A national runner-up at this year’s James Dyson Award, DISPERSEED hopes to bring floral diversity and a thriving ecosystem back to forests that have been devastated by fires. The 3D-printed seed ball invites animals and birds to come and feed on it, allowing the seeds to fall out onto the forest floor.
While man-made climate change has certainly caused its share of problems, forest fires aren’t exactly new to this world. In fact, over millions of years, certain plant species have even adapted to fires. Dubbed as ‘pyrophytic’ plants, these species are uniquely built to survive forest fires. This survival tactic, however, causes major imbalance to a forest’s natural diversity. With each subsequent fire, healthy plants are lost in the flames while resilient pyrophytic species end up taking their space. This affects a forest’s ecosystem, while also making it prone to more fires because pyrophytic trees are often drier than others (making them easy to ignite). While avoiding/preventing forest fires is an incredibly challenging task, a bunch of industrial designers at the Valencia Polytechnic University have a solution for helping bring floral diversity back to forests. Meet DISPERSEED, a nature-inspired seed ball that helps repopulate once-thriving forests.
Designers: Irene Badía Madrigal, Diego Polo García, Carmen Amorós Egea, Claudia Daudén Llodrá, Carmen Benítez Mora & David Zaragozá Sabater
Inspired by the shape of pollen (as a hat tip to pollen’s ability to travel far and wide to pollinate flowers), DISPERSEED is a bright red bauble of sorts that you can hang around a fire-ravaged forest. The ball, 3D-printed from an edible dough, is filled with seeds that either fall to the floor, or are ingested by small animals and birds, who carry the seed far and wide, helping propagate the seeds.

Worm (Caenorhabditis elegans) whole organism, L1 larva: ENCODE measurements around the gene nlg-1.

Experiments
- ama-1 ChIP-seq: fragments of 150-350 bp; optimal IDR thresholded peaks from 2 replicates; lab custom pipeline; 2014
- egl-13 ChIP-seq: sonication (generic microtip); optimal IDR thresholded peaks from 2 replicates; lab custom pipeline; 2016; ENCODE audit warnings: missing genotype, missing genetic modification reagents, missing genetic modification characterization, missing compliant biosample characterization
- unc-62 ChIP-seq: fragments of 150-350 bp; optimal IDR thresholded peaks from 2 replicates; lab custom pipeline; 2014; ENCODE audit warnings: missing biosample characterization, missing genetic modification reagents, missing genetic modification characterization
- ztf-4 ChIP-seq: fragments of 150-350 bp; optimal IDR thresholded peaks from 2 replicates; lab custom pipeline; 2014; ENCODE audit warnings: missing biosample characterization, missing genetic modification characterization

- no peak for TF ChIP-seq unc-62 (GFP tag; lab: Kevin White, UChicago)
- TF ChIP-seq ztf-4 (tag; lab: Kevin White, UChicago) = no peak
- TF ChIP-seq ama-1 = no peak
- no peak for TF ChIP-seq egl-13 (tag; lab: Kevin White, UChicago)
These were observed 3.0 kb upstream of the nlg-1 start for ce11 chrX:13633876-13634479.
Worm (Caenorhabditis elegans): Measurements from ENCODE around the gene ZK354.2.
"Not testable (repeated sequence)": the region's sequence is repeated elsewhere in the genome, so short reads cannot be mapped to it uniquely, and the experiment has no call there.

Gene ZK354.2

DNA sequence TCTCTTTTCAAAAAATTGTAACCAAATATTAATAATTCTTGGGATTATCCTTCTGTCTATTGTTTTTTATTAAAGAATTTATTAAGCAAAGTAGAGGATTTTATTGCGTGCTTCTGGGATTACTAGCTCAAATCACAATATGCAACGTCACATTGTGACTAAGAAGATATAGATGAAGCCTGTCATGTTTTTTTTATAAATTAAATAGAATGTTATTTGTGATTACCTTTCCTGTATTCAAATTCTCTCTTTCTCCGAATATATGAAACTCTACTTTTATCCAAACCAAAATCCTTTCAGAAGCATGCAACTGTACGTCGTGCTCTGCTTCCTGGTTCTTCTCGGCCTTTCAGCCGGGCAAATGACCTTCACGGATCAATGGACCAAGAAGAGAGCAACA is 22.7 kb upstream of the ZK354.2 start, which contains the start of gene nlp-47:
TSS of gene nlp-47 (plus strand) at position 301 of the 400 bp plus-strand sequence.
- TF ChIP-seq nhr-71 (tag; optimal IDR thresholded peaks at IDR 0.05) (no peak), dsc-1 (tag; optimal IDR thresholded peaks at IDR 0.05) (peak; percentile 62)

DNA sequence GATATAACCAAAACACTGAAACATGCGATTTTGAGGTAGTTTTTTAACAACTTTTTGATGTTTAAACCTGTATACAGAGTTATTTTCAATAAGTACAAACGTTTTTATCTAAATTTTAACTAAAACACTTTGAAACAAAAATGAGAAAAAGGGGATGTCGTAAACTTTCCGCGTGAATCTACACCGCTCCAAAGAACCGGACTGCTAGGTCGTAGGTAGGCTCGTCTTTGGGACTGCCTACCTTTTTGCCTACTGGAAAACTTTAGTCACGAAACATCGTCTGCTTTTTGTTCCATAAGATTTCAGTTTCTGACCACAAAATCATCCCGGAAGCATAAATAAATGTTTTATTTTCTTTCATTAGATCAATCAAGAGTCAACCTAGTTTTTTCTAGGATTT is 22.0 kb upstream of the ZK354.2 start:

The seeds are designed to catch the eye. Their bright-red color and fruit-like size attract birds and animals that try to peck or burrow at it. Seeds suspended inside the ball are ingested by these animals, and it passes through their digestive tract, finally reaching the soil after the animal expels them. Within the animal’s digestive tract, the seeds lose their outer coating, making it easy for them to germinate (a process known as endozoochory). The seeds then help sprout more plants that allow a forest to recover after a fire, and the DISPERSEED itself biodegrades into the earth, given the fact that it’s made entirely from natural materials.
“In Spain it is unusual to have a summer in which there are no wildfires”, say the designers behind the DISPERSEED. “We have decided to design a product that favors the diversity of non-pyrophytic species in Mediterranean forest areas. This product allows for creating healthier and more sustainable forests that have greater resistance to these types of disasters.”
“Our future plans include aspects such as implementing the prototype in burned forests in the Mediterranean area and continuing with the research of materials using 3D printing technology”, the designers mention in their pitch to the James Dyson Award program. “It could also be extended to unburned areas to build up diversity and prevent future fires. Another great idea would be adapting it for professional use in the forestry field in order to multiply its uses.”